This replicates a pattern of lack of accountability for election-related offences dating back to the earliest elections in the territory of colonial Nigeria in 1922. In 2008, a Presidential Commission concluded that elections in Nigeria were characterised by “a prevailing atmosphere of impunity with regard to election offences” and Nigeria’s Supreme Court complained of the existence of a “political class which sees election into any position as a matter of life and death and consequently ready to do anything possible to attain the ambition.”
The responsibility to prevent election violence and ensure accountability for it lies with the Nigeria’s government and leaders, including, in particular, the leaders of the major political parties. Domestic and international laws require Nigeria and its leaders to provide effective protection against election violence and to hold those involved in it accountable.
This report and advisory explains and illustrates the relevant legal standards and their sources. These sources of law provide firms bases for holding the masterminds, perpetrators and beneficiaries of election violence to account. Should Nigeria’s institutions fail to do so, international law provides a framework for holding the leaders of the country and of the political parties personally accountable for election-related violence if they do not take immediate, firm, and decisive steps to stem the trend of hate speech, violent attacks, and preparations for violence around the February 2015 polls.
In addition to individual responsibility, Nigeria could also be held responsible under international law for failing to protect its citizens and foreign residents from electoral violence. Based on international standards and jurisprudence on state responsibility for human rights violations and individual responsibility for acts that amount to international crimes, Nigeria, its politicians and even some of its religious leaders are already toeing a dangerous line. Reports of violent incidents, fatalities, weapons movements and the spreading of hate messages have been widely recorded in the lead up to the elections.
This trend raises serious concerns amongst Nigerian citizens, but also neighbouring countries and the international community. Significant election violence in Nigeria around the 2015 elections would not only threaten the stability of Africa’s most populous country, it would also bring the region into assured turmoil. Therefore, Nigerian authorities and the international community must act immediately and together to prevent escalation of violence and related hate speech as Election Day draws closer in order to avert a foreseeable escalation of election-related violence in the country becoming a threat to regional peace and security.
It falls within the responsibility of public institutions, including, in particular, the NHRC to take steps and rally constituencies to prevent such an eventuality. This is within the substantive scope of the National Human Rights Commission under its enabling legislation. This report and advisory is issued in fulfillment of this responsibility. Through this report and advisory, the Commission desires to deploy the lessons from Nigeria’s previous experience of election-related violence, including the official reports of several Presidential-level panels that have investigated diverse aspects of elections and law enforcement in the past.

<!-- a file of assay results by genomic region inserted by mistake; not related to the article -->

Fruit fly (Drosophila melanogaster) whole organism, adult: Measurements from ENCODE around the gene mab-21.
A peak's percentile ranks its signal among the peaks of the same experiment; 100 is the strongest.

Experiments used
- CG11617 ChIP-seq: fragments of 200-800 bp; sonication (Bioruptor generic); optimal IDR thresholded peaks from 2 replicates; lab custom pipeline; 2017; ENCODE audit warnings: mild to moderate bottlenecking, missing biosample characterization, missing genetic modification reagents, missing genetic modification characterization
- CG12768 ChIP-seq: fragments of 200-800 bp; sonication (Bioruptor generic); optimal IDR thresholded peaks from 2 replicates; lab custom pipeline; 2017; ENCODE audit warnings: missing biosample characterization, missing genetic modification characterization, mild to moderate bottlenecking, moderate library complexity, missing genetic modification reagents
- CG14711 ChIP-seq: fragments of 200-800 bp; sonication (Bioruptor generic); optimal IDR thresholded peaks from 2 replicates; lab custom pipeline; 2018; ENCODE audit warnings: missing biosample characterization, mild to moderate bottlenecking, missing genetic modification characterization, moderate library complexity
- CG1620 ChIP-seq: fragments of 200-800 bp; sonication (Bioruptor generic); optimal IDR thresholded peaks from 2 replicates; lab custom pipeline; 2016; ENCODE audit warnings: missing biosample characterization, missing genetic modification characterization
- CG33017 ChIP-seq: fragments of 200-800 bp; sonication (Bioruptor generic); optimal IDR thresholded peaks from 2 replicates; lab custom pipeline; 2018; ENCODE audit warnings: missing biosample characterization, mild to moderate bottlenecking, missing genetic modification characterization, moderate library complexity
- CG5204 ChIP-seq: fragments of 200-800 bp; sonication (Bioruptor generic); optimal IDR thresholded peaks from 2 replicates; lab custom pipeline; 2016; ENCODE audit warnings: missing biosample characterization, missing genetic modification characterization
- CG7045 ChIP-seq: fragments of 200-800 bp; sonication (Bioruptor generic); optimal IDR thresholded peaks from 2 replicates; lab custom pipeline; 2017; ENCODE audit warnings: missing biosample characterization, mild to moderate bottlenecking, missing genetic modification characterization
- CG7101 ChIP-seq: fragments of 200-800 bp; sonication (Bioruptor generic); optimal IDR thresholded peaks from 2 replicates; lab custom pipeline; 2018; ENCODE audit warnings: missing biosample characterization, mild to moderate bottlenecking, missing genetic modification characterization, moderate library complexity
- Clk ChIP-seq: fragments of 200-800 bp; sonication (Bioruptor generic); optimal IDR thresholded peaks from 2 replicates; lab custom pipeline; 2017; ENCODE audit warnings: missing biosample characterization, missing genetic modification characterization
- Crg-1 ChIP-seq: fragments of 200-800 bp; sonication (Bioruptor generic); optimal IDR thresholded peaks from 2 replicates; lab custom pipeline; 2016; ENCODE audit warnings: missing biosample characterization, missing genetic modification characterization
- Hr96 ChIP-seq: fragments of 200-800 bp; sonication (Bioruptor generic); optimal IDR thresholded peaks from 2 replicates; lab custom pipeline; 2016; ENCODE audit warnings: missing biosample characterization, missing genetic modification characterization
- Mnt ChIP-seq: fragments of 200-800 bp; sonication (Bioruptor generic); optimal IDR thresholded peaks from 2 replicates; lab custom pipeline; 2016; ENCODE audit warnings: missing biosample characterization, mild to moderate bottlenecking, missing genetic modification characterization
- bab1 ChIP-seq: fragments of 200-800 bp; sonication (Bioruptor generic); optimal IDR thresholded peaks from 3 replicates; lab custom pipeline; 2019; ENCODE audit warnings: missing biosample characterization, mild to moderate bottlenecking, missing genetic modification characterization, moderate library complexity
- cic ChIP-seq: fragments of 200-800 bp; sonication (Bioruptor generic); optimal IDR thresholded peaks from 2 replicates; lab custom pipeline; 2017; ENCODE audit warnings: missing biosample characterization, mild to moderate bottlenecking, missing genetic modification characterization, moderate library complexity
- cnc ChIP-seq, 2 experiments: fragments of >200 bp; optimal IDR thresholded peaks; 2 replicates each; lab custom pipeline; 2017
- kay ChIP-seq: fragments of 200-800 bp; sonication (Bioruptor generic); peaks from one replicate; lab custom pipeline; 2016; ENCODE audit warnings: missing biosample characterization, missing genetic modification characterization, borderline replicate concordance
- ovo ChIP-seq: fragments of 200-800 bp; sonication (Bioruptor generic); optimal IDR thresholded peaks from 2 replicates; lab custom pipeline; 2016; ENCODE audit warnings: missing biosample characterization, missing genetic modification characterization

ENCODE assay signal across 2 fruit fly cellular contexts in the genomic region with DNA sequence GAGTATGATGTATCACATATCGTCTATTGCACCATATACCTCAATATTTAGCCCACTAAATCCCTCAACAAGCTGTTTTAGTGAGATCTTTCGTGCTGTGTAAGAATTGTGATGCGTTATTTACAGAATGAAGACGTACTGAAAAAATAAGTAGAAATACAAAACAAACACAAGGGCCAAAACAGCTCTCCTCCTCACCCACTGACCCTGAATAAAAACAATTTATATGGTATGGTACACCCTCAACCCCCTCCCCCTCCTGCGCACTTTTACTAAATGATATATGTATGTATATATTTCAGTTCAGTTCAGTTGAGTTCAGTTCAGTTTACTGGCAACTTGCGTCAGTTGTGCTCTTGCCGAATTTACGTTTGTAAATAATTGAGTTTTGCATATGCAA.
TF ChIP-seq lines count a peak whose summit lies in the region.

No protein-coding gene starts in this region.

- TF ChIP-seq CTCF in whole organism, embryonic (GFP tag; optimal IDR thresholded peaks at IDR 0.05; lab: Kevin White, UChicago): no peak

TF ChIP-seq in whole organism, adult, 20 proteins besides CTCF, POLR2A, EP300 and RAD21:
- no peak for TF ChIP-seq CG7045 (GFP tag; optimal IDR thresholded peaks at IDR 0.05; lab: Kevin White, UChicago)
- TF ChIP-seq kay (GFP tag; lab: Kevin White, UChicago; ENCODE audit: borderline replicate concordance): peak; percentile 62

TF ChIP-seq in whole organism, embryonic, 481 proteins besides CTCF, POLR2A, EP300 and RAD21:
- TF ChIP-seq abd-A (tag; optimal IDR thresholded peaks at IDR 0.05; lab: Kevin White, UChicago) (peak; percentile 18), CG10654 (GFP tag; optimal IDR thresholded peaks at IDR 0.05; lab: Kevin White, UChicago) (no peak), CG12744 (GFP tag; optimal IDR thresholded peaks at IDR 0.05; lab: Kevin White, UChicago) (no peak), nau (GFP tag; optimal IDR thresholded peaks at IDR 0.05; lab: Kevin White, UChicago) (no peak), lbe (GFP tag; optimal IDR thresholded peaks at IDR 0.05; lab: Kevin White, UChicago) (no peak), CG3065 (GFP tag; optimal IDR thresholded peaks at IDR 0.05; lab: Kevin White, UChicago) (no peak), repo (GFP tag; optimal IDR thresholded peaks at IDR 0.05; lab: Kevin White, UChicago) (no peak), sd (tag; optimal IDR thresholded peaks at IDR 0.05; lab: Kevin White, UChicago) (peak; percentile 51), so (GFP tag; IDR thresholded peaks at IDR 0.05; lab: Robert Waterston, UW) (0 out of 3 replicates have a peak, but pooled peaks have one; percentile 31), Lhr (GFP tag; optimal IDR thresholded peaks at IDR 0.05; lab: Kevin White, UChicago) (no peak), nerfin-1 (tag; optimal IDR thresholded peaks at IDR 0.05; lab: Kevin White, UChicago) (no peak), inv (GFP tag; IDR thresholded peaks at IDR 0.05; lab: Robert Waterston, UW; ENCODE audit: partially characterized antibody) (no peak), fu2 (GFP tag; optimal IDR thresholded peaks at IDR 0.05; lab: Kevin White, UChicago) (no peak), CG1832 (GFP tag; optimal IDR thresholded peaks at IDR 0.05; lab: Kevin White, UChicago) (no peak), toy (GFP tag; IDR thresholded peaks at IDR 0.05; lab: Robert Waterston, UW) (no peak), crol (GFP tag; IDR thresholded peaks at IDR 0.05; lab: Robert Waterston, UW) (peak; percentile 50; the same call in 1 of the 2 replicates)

In accordance with the legal standards explained in this report and advisory, the NHRC reserves and will, where necessary, exercise the statutory duty to seek criminal indictment, punishment and accountability where there is evidence to indicate that any person or entity has been involved in election-related violence in relation to Nigeria’s 2015 elections. For this purpose, the Commission seeks the support and willing collaboration especially of Nigeria’s leaders and institutions of safety and security, Nigerian citizens and friends of Nigeria everywhere.
This report and advisory also takes account of relevant comparative and international incidents of election-related violence or other mass atrocities, including experiences from Cameroon, Côte d’Ivoire, Kenya, Rwanda, and the former Yugoslavia.
This report and advisory addresses recommendations to all Nigeria’s government, political parties, their candidates, the election management body, security agencies, and all persons and institutions with a stake in regional peace and security in Africa to take steps to ensure that Nigeria’s stability is not derailed by significant violence in the 2015 elections.
This is the EXECUTIVE SUMMARY of a pre-election report and advisory on violence in Nigeria’s 2015 general elections issued by the National Human Rights Commission of Nigeria on February 13, 2015.